Gully was introduced to Martin Amis and Anna Wintour, both of whom had parents who were friends with her stepfather and mother. All are still friends; at Oxford, Martin became Gully’s first serious boyfriend, and, according to him, they were involved for a total of about 10 years. At one point, he dumped her to study harder in order to get a top first-class degree. He dedicated his first novel, “The Rachel Papers,” to her.

As his stepdaughter writes, Ayer loved to flirt, talk and dance, and he taught Gully’s daughter Rebecca to do the Charleston when she was four and he was 77. At about that time, while visiting Gully in New York, he went to a party given by Fernando Sanchez and was told by a friend, “The most terrible thing is going on upstairs. This poor girl is pinned up against the wall and the man won’t let her go.”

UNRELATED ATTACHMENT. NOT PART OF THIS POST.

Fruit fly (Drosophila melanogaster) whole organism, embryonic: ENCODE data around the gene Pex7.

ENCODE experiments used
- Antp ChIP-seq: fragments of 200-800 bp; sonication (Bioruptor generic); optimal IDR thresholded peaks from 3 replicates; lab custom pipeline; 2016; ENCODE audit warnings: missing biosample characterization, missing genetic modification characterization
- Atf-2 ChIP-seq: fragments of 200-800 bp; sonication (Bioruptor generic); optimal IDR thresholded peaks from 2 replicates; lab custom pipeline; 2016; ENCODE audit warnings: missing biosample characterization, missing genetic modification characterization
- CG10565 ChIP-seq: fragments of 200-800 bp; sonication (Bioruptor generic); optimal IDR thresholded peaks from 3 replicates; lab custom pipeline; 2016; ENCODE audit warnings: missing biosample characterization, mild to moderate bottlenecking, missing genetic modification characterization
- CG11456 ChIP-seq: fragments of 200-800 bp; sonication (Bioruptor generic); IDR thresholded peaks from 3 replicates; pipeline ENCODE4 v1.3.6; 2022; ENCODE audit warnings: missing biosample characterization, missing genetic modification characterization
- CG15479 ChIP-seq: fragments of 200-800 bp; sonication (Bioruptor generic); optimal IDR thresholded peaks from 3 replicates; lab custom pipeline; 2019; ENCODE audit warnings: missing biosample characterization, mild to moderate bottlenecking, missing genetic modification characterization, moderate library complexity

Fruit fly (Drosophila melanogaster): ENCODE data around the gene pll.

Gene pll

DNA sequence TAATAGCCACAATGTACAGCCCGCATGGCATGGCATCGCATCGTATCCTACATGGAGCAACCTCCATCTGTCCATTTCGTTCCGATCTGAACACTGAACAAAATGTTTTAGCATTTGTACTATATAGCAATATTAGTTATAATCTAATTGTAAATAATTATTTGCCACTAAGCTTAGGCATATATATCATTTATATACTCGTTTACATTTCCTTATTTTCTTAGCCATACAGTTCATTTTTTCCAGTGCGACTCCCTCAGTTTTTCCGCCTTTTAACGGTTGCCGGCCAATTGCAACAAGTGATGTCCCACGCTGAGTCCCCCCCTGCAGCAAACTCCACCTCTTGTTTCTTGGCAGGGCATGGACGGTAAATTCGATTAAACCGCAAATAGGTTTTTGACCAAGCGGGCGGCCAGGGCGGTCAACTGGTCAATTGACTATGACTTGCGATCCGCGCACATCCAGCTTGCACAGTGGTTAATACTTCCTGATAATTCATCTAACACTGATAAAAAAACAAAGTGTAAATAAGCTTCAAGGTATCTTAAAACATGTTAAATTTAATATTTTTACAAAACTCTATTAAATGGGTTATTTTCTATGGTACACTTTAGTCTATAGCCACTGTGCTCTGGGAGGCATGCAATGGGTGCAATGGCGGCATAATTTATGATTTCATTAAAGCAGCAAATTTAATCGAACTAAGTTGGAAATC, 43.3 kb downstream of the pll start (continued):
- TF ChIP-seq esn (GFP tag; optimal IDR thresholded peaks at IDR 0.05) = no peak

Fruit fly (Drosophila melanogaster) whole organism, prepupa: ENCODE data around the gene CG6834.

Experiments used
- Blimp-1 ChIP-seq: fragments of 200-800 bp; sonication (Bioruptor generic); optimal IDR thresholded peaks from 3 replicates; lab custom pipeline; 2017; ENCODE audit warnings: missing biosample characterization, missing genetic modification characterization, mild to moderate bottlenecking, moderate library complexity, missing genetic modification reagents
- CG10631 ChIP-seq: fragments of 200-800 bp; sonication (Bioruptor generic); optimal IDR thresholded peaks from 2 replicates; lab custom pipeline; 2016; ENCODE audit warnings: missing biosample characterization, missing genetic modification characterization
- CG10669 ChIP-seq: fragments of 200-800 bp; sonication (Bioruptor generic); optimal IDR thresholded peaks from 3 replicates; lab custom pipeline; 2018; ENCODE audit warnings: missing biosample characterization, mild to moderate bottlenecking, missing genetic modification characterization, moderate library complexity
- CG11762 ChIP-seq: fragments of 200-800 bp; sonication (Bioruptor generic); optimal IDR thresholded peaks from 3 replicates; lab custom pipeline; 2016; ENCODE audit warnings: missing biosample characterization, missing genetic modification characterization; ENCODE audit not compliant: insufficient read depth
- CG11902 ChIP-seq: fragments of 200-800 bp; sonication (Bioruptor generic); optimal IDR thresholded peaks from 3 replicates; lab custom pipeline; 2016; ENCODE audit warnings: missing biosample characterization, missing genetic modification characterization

So Ayer approached the man and tapped him on the shoulder, trying to interrupt him.

“And who the f— are you?” the fellow asked.

“I happen to be rather a famous philosopher,” he said. “My name is Professor Sir Alfred Ayer. And who are you, if I may ask?”

“I’m Mike Tyson — the heavyweight champion of the world.”

“Well, in that case, my dear boy, we are both supreme in our field.” That settled it, and 16-year-old Naomi Campbell was rescued from her would-be beau.

Dee, however, eventually made an impulsive decision. Although Ayer was an adoring stepfather to Gully, and delightful company, he had never had any intention of being faithful to his wife. After 15 or so years, she became fed up with this, and also the fact that he was absolutely helpless without her, and she turned to Hylan Booker, an attractive designer who was 13 years younger than she.